The Hangover

While writing the post on symptoms involving the nervous system, I nearly compared them to that of having a hangover. I decided against it but as I continued writing, this idea must have been bumbling at the back of my brain, because I decided it was more accurate than I’d first realised. Now, I’ve never had a hangover, so anyone feel free to correct me, but from what I’ve heard the symptoms can be surprisingly similar.

The difference is you inflict the hangover on yourself and it lasts a day. I have no choice and it’s much longer.

So anyway, description of a hangover:

You become conscious – sort of. No, you know you are because you feel terrible. Prising open an eye is a major battle, and when you manage it you wish you hadn’t. Light too bright, and it’s such an effort to keep that eye open. You feel like you’ve been gone over by a steam-roller – you’re plastered into the mattress so that trying to move is the worst idea in the world. You try it anyway. Your head hates you for it. It’s being stabbed from the inside, spun on a spinny kids ride, and is stuffed full of something that’s too unhelpful to be a brain and much too big for the space occupied anyway.

If you eventually make it downstairs – congratulations on that by the way – the torture just keeps coming. There’s more light and noise and people. Too loud, too happy, too bright, too alive. Slumping into a chair you prod your brain into thinking of food because you know you should. But it’s too much thinking of it, never mind actually making anything. Even if someone put a plate in front of you, you’re too tired to eat. Besides, you’re not hungry. You’re cold, shaky, feeling like you’re in the wrong body because your co-ordination’s shot and things don’t feel quite right. Food would probably taste weird too.

Everyone around you is going about their day.

Someone asks a questions which, by the time you’ve worked out what they said, what they want, and what you could say in reply, they’ve gone. Finally you’re alone. It’s blessedly quiet and still. But now you have to move again because you’re going unconscious in the chair. You stand up– nearly fall. Getting your balance, you start trudging forward– bounce off the door frame because you missed the hole. Another bruise. Keep trudging.

Upstairs is too far. You make it to the couch and collapse. You’re still strangely cold, achy, impossibly tired. Damn, you need the loo. But you fall asleep before you can make up your mind how desperate you are. You know because someone’s waking you up and now you really do have to go.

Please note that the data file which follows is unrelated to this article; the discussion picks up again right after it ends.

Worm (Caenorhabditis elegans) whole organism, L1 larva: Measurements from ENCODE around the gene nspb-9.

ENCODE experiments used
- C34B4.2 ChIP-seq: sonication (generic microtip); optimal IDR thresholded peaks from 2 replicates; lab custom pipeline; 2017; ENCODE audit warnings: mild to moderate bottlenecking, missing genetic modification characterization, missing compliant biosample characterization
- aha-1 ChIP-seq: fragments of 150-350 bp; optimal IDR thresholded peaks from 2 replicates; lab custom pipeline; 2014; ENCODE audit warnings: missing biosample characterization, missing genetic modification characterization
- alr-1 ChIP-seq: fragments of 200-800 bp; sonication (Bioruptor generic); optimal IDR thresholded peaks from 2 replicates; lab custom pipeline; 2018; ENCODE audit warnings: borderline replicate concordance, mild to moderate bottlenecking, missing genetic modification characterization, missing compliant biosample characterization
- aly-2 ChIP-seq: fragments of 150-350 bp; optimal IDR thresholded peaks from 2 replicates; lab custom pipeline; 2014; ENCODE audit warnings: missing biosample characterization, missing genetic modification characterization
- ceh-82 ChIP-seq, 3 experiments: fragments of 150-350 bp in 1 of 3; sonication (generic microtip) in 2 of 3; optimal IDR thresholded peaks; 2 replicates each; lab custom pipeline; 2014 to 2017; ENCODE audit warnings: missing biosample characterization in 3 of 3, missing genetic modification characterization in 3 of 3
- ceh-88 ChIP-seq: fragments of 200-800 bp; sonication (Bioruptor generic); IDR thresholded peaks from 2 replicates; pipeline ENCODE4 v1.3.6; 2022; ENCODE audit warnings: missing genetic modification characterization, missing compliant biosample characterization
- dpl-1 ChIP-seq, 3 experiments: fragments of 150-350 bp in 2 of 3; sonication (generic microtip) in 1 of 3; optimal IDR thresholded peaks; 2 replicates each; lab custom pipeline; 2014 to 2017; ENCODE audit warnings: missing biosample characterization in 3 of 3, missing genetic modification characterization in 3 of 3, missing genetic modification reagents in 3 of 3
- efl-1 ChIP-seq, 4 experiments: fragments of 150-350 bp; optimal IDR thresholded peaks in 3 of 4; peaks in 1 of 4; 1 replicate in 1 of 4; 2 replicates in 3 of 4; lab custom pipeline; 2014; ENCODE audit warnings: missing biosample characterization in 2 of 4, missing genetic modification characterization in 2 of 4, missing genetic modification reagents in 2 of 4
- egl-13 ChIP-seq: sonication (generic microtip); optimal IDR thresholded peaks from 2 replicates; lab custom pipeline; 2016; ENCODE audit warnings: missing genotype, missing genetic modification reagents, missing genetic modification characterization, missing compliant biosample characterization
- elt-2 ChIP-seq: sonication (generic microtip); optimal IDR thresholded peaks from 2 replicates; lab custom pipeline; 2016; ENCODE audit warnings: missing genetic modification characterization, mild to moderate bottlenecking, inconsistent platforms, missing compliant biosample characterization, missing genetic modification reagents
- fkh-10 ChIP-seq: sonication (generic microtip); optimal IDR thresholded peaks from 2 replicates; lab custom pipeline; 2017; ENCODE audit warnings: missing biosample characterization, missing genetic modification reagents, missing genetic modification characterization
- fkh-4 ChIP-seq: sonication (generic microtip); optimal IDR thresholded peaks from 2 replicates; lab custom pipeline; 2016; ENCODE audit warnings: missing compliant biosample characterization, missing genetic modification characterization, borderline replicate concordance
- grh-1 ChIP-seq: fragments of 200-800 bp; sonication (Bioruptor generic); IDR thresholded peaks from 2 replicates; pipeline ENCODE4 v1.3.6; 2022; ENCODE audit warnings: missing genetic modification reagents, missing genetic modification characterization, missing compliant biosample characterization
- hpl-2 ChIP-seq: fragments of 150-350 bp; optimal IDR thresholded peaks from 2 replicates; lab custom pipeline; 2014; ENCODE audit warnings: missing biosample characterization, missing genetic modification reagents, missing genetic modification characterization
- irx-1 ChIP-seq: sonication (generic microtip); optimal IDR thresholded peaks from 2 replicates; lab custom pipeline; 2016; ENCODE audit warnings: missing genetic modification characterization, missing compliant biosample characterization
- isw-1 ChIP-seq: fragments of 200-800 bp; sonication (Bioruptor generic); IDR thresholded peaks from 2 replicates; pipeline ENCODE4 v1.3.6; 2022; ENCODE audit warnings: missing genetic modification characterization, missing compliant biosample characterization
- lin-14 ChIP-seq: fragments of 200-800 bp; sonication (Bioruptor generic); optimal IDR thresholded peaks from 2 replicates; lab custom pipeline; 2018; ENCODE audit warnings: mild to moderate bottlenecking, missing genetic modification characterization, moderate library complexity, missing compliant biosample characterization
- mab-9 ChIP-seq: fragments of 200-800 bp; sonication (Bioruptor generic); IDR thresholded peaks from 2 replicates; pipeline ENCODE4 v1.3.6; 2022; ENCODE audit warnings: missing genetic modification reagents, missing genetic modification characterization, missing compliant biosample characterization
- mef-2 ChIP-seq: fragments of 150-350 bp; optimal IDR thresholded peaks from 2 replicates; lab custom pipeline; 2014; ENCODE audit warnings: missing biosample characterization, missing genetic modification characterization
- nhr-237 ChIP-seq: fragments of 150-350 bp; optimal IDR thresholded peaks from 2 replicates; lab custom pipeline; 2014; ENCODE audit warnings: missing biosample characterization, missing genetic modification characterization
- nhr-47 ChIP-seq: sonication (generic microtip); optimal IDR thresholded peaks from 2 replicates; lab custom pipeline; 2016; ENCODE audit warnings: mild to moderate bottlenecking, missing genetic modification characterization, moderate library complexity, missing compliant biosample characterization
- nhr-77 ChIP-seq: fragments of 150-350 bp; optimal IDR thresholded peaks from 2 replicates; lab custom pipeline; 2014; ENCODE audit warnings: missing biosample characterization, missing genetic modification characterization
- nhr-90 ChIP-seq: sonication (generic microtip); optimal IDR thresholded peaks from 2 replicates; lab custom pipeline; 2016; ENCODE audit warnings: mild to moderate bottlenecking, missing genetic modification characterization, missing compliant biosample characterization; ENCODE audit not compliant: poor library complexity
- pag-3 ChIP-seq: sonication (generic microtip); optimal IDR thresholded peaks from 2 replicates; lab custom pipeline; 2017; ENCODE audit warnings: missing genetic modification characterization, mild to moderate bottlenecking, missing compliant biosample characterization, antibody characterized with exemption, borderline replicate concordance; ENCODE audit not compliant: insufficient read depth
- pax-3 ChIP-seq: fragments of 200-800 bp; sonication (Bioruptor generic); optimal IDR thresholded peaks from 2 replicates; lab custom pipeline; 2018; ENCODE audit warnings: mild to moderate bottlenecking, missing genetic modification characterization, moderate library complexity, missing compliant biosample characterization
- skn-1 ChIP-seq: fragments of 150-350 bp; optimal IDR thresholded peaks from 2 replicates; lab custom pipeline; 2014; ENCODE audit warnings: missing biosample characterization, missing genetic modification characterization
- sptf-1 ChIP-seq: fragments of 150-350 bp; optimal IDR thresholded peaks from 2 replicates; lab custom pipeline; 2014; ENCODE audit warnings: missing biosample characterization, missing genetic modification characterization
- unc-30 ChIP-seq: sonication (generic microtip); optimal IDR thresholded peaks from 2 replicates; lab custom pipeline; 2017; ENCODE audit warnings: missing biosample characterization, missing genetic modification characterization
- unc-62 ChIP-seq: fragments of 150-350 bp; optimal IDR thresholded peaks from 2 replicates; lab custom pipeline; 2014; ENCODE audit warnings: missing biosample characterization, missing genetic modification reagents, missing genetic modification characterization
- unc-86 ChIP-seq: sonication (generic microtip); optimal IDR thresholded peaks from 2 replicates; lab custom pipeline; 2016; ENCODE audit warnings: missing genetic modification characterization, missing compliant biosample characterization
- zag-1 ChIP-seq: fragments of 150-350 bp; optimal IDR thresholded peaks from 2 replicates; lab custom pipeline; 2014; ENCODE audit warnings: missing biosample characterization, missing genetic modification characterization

You’re meant to be eating something again. It’s evening. Apparently when you were awake before it was a bit after midday.

You want to crawl into a dark pit and die, except even that sounds like too much effort. You’re no less tired than before, still not hungry, you have a killer headache (and don’t you wish it would get on and finish you!) and now you ache all over too. Needless to say your mood is not the best. Despite this you’re so tired you also don’t feel much of anything else. Until someone asks you another question and suddenly you hate them. After a bit the feeling goes again though. You’re almost numb, uncaring – you’ve switched off the world. And why not? You can’t take part in it, you only make everyone else miserable or uncomfortable, and you don’t feel any better than when you woke.

Will the day ever end?

Someone offers comfort – ‘you’ll feel better soon, everyone has a bad time now and again’. In your head, which has decided to function minimally (yippee), you know they’re right. At the same time you wonder how that helps. So you get better sometime. This’ll happen again, and then what?

Time to drag yourself upstairs. You can’t face a wash, you can barely hold the toothbrush. You bumble into your room, crawl into bed. Will tomorrow–?

(Return to start and repeat)

Leave a Reply

Fill in your details below or click an icon to log in:

WordPress.com Logo

You are commenting using your WordPress.com account. Log Out / Change )

Twitter picture

You are commenting using your Twitter account. Log Out / Change )

Facebook photo

You are commenting using your Facebook account. Log Out / Change )

Google+ photo

You are commenting using your Google+ account. Log Out / Change )

Connecting to %s